14.5: Revising Graphics and Text

Just like written text, graphics have to be revised. The following checklist will help you revise your visual communication to make sure that it’s as effective as possible, as well as revise your text both from a visual and a linguistic perspective to make it as reader-centred as possible.

Spotlight: “Putting the Pieces Together”

Key Concept Spotlight

Revision Checklist

1. First Pass: Document-level Review

  • Review specifications to ensure that you have included all required content.
  • Make sure your title, headings, subheading, and table/figure labels are clear and descriptive. Headings should clearly and efficiently indicate the content of that section; Figure and Table captions should clearly describe the content of the visual.
  • Make sure visual elements have appropriate passive space around them.
  • Make sure ideas flow in a logical order and explanations come in a timely manner. Make sure visuals illustrate your textual information.
  • Write “reader-centred” prose: determine the relationship between your purpose in writing and your reader’s purpose in reading. Give your readers the information they want and need to get from your document as efficiently as possible.
  • Make sure you are using an appropriate tone (neutral, objective, constructive, formal)

2. Second Pass: Paragraph-level Review

  • Make sure each paragraph begins with a topic sentence that previews and/or summarizes the content to come.
  • Add coherent transitions to link one sentence logically to the next.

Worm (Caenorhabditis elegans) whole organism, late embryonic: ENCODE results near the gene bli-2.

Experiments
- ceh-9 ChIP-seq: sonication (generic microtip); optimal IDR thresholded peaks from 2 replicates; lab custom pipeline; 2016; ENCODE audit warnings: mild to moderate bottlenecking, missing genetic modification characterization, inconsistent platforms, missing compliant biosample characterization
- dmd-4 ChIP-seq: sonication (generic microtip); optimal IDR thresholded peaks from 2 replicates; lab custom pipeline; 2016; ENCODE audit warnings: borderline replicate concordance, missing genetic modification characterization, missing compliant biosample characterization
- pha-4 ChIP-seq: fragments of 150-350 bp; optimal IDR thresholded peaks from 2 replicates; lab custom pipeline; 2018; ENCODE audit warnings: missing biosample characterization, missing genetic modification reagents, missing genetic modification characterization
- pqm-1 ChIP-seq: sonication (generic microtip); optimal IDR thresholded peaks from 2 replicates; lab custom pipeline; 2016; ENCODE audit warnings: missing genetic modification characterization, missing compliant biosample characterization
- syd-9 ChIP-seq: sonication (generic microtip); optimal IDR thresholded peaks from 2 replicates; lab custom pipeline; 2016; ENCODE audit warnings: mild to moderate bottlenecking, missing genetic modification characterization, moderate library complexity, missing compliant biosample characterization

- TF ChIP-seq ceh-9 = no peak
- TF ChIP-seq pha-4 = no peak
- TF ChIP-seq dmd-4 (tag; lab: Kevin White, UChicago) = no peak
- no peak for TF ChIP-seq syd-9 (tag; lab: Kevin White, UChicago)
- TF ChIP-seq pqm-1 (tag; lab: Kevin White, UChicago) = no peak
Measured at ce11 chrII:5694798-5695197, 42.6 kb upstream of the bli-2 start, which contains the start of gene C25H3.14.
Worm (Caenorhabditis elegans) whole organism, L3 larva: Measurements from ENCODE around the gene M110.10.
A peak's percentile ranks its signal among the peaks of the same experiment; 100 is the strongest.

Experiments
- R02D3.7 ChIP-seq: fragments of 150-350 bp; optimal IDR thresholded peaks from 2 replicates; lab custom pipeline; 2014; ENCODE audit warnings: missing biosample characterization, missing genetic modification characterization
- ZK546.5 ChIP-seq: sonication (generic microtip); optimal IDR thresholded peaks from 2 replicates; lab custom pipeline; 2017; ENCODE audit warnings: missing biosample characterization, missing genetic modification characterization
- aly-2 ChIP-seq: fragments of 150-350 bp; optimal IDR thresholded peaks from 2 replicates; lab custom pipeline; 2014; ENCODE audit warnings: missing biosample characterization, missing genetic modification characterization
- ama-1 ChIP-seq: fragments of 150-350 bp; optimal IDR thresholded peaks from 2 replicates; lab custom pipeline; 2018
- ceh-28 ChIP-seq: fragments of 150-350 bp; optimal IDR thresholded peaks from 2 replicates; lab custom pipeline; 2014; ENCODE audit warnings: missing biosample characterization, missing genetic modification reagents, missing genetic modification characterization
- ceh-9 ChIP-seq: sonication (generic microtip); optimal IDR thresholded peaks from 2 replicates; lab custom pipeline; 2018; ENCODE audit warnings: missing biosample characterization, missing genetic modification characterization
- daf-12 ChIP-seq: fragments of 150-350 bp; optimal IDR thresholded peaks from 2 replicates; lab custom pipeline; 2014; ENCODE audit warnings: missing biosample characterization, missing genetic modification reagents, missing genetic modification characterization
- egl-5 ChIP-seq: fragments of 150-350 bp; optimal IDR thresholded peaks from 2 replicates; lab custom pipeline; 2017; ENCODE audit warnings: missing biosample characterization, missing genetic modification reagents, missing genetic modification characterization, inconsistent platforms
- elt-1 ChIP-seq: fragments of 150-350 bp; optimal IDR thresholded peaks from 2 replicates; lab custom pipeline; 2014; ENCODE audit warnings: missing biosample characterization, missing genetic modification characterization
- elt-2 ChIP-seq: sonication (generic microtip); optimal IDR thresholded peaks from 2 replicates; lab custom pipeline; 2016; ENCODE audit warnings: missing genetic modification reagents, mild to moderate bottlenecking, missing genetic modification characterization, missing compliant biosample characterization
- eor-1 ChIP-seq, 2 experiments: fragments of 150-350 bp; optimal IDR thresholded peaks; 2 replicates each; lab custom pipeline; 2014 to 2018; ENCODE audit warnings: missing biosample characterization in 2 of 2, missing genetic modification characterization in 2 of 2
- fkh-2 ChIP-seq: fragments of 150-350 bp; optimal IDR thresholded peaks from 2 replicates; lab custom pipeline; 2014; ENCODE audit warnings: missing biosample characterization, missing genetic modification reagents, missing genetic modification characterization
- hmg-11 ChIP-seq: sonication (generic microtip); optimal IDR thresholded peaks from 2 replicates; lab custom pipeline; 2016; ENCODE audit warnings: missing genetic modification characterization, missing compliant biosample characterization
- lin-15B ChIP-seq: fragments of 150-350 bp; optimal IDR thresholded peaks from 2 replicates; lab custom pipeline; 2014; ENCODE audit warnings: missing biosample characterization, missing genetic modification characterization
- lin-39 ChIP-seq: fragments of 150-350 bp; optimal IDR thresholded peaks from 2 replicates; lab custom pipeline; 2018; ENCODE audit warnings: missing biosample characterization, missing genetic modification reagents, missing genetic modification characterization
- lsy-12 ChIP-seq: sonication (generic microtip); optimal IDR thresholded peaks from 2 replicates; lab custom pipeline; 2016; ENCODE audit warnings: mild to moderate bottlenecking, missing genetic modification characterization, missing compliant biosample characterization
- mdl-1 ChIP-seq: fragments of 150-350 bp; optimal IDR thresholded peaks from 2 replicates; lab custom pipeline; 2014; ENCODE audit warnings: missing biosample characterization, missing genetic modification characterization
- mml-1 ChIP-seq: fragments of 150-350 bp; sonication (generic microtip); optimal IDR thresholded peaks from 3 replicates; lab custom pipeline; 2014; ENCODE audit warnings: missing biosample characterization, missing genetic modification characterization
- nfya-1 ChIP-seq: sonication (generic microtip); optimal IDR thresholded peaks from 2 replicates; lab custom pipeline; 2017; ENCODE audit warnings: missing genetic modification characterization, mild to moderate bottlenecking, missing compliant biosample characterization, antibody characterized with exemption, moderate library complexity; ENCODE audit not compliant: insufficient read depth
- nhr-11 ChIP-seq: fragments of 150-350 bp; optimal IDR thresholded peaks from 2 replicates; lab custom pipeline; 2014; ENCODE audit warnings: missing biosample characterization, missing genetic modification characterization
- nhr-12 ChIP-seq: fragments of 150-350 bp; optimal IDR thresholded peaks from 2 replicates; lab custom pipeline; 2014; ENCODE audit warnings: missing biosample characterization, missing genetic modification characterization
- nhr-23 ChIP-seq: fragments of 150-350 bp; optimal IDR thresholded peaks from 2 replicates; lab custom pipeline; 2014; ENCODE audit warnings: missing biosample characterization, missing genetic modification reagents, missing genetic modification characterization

• Cut unnecessary or irrelevant information.
  • Avoid overly long or short paragraphs (5-10 lines long is a reasonable guideline).

3. Third Pass: Sentence-level Review

  • Watch sentence length; consider revising sentences longer than 25 words. Vary the length and structure of sentences.
  • Look at the ratio of verbs: number of words per sentence. Generally, the more verbs in the sentence, the better the sentence.
  • Use concrete, strong, active verbs – avoid vague, passive, verbs and “is/are/was/were/being” whenever feasible (move the –tion and –ment words up the verb scale).
  • Create a clear Actor/Action relationship (Subject-Verb).
  • Verbs like “make” “do” ‘have” and “get” have many possible meanings. Try to find more precise ones.
  • In general, keep subject and verb close together, and keep the subject and the main verb near the beginning of the sentence.

4. Fourth Pass: Word-level Review

  • Use concrete, specific, precise words; avoid vague, abstract, generalizing words.
  • Match your vocabulary to your audience: experts can tolerate complex information with a lot of terminology; general readers require simpler, less detailed descriptions/explanations.
  • Use clear, plain language rather than pompous diction; write to express, not impress.
  • Avoid “sound bite” phrases that have no real meaning; use a single word instead of a phrase whenever possible.
  • Avoid clichés, colloquial expressions, and slang.
  • Use second person (you) pronouns carefully and sparingly—and only if you want to address your readers directly (not to refer to “people in general”).
  • Avoid “ad speak”—don’t sound like you are “selling” something; use objective, measurable descriptors.


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14.5: Revising Graphics and Text Copyright © 2021 by Melissa Ashman; Arley Cruthers; eCampusOntario; Ontario Business Faculty; and University of Minnesota is licensed under a Creative Commons Attribution-NonCommercial 4.0 International License, except where otherwise noted.

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